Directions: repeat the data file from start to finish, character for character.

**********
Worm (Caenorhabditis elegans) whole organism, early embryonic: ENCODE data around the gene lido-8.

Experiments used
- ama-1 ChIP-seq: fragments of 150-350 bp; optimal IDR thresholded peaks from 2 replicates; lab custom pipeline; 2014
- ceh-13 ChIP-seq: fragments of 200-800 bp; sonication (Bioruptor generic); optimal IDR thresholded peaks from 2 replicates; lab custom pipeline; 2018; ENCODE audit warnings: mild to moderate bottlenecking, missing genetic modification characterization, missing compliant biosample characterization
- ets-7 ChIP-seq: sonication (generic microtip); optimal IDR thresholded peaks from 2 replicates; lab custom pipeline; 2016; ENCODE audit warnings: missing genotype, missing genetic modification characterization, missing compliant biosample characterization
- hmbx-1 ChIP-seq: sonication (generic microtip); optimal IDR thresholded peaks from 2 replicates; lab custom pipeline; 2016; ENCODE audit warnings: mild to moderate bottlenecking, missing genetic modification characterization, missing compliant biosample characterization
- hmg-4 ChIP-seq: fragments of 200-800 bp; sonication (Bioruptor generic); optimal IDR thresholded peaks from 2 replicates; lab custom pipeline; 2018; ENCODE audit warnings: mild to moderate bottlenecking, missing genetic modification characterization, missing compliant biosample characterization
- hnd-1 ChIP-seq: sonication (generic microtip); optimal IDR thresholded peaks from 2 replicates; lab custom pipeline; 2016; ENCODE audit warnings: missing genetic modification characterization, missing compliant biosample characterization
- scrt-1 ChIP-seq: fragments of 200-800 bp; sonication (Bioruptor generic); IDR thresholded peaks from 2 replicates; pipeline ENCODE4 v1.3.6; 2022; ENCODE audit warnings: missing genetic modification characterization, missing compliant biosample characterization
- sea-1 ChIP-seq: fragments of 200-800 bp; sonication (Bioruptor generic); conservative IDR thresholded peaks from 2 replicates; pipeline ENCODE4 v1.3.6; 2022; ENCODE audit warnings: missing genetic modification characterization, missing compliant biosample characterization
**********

Worm (Caenorhabditis elegans) whole organism, early embryonic: ENCODE data around the gene lido-8.

Experiments used
- ama-1 ChIP-seq: fragments of 150-350 bp; optimal IDR thresholded peaks from 2 replicates; lab custom pipeline; 2014
- ceh-13 ChIP-seq: fragments of 200-800 bp; sonication (Bioruptor generic); optimal IDR thresholded peaks from 2 replicates; lab custom pipeline; 2018; ENCODE audit warnings: mild to moderate bottlenecking, missing genetic modification characterization, missing compliant biosample characterization
- ets-7 ChIP-seq: sonication (generic microtip); optimal IDR thresholded peaks from 2 replicates; lab custom pipeline; 2016; ENCODE audit warnings: missing genotype, missing genetic modification characterization, missing compliant biosample characterization
- hmbx-1 ChIP-seq: sonication (generic microtip); optimal IDR thresholded peaks from 2 replicates; lab custom pipeline; 2016; ENCODE audit warnings: mild to moderate bottlenecking, missing genetic modification characterization, missing compliant biosample characterization
- hmg-4 ChIP-seq: fragments of 200-800 bp; sonication (Bioruptor generic); optimal IDR thresholded peaks from 2 replicates; lab custom pipeline; 2018; ENCODE audit warnings: mild to moderate bottlenecking, missing genetic modification characterization, missing compliant biosample characterization
- hnd-1 ChIP-seq: sonication (generic microtip); optimal IDR thresholded peaks from 2 replicates; lab custom pipeline; 2016; ENCODE audit warnings: missing genetic modification characterization, missing compliant biosample characterization
- scrt-1 ChIP-seq: fragments of 200-800 bp; sonication (Bioruptor generic); IDR thresholded peaks from 2 replicates; pipeline ENCODE4 v1.3.6; 2022; ENCODE audit warnings: missing genetic modification characterization, missing compliant biosample characterization
- sea-1 ChIP-seq: fragments of 200-800 bp; sonication (Bioruptor generic); conservative IDR thresholded peaks from 2 replicates; pipeline ENCODE4 v1.3.6; 2022; ENCODE audit warnings: missing genetic modification characterization, missing compliant biosample characterization